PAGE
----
THE ERA OF PHARMACOLOGY FORWORD PHARMACOGENOMICS
Author(s):
Suvarna Manik Deshmukh, Shital Bhimrao Devkar, Shrushti Sagar Ingrole, Sourabh Narahari Patil , Pritam A. Salokhe, Dr. N.B. Chougule
Keywords:
Heredity, Personalized medicine, Pharmacogenomics, Pharmacokinetics, Pharmacodynamics, Polymorphisms.
Abstract
Over the past three decades, healthcare has made significant strides in enhancing patient survival and overall quality of life. This progress can be attributed to the development of more potent and selective therapeutic drugs, as well as improved patient care services. Pharmacogenomics, a field of study, focuses on identifying an individual's genetic traits that play a role in their response to medications. What's particularly fascinating is that as scientific understanding has advanced, it has started to consider the patterns of genetic variations within specific populations, including various ethnic groups, to account for the variations observed in responses to pharmacotherapy. The word "pharmacogenomics" is used more broadly in this chapter to refer to genetic variations that are present in a patient community, such as an ethnic group, rather than in a single patient. The efficacy and potential toxicity of numerous medications are impacted by the individual variances in drug-metabolizing enzymes and transporters. Pharmacogenomics and its forerunner, pharmacogenetics, investigate how genetic characteristics affect an individual's sensitivity to and safety from drugs. One of the primary goals of pharmacogenomics is the personalized tailoring of drugs for specific individuals according to their genetic and molecular characteristics. The field of pharmacogenomics has evolved significantly from its initial discoveries in the 1950s, which identified inherited deficiencies in drug metabolism and explained drug-related adverse effects. It now encompasses contemporary genome-wide methodologies that assess genetic variations across multiple genes. Pharmacogenomics can extend its scope to drug discovery and development, where mounting evidence indicates that genetically defined targets are associated with higher success rates in clinical development. This overview offers insights into the historical progression and contemporary uses of pharmacogenomics in patient selection, dosing, and drug development, supplemented with illustrative instances from each category. Additionally, it discusses the challenges in the field and provides a glimpse into future perspectives.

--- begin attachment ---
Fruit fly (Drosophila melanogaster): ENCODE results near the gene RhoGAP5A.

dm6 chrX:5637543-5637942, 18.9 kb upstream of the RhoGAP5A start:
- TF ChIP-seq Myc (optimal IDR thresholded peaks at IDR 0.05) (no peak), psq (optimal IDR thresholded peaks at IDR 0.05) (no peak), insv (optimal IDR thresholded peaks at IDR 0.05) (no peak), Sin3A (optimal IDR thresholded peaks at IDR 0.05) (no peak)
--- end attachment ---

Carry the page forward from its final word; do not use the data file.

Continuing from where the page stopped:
Article Details
Unique Paper ID: 161771

Publication Volume & Issue: Volume 10, Issue 6

Page(s): 96 - 106
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